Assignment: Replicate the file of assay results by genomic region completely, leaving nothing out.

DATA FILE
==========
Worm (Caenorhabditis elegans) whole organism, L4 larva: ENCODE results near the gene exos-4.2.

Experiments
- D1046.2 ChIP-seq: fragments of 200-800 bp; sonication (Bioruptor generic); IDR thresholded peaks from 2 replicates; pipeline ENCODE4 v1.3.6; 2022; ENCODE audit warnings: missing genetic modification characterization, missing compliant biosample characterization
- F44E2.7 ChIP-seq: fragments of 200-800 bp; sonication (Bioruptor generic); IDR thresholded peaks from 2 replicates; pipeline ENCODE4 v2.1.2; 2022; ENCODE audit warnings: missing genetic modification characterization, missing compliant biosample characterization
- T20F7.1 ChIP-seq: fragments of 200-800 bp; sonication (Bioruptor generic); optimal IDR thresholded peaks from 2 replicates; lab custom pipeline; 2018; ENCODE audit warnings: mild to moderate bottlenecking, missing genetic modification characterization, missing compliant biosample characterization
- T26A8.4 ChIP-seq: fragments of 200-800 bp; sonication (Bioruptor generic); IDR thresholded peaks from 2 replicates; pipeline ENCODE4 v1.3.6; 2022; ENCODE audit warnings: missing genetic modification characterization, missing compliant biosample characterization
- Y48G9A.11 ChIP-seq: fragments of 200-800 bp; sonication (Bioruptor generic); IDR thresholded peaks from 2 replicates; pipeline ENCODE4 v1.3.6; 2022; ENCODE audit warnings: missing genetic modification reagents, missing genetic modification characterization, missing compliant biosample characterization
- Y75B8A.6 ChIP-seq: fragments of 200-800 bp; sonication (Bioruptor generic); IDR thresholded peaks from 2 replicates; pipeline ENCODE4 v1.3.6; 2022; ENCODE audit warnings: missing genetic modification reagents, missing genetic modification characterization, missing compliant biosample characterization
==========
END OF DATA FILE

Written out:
Worm (Caenorhabditis elegans) whole organism, L4 larva: ENCODE results near the gene exos-4.2.

Experiments
- D1046.2 ChIP-seq: fragments of 200-800 bp; sonication (Bioruptor generic); IDR thresholded peaks from 2 replicates; pipeline ENCODE4 v1.3.6; 2022; ENCODE audit warnings: missing genetic modification characterization, missing compliant biosample characterization
- F44E2.7 ChIP-seq: fragments of 200-800 bp; sonication (Bioruptor generic); IDR thresholded peaks from 2 replicates; pipeline ENCODE4 v2.1.2; 2022; ENCODE audit warnings: missing genetic modification characterization, missing compliant biosample characterization
- T20F7.1 ChIP-seq: fragments of 200-800 bp; sonication (Bioruptor generic); optimal IDR thresholded peaks from 2 replicates; lab custom pipeline; 2018; ENCODE audit warnings: mild to moderate bottlenecking, missing genetic modification characterization, missing compliant biosample characterization
- T26A8.4 ChIP-seq: fragments of 200-800 bp; sonication (Bioruptor generic); IDR thresholded peaks from 2 replicates; pipeline ENCODE4 v1.3.6; 2022; ENCODE audit warnings: missing genetic modification characterization, missing compliant biosample characterization
- Y48G9A.11 ChIP-seq: fragments of 200-800 bp; sonication (Bioruptor generic); IDR thresholded peaks from 2 replicates; pipeline ENCODE4 v1.3.6; 2022; ENCODE audit warnings: missing genetic modification reagents, missing genetic modification characterization, missing compliant biosample characterization
- Y75B8A.6 ChIP-seq: fragments of 200-800 bp; sonication (Bioruptor generic); IDR thresholded peaks from 2 replicates; pipeline ENCODE4 v1.3.6; 2022; ENCODE audit warnings: missing genetic modification reagents, missing genetic modification characterization, missing compliant biosample characterization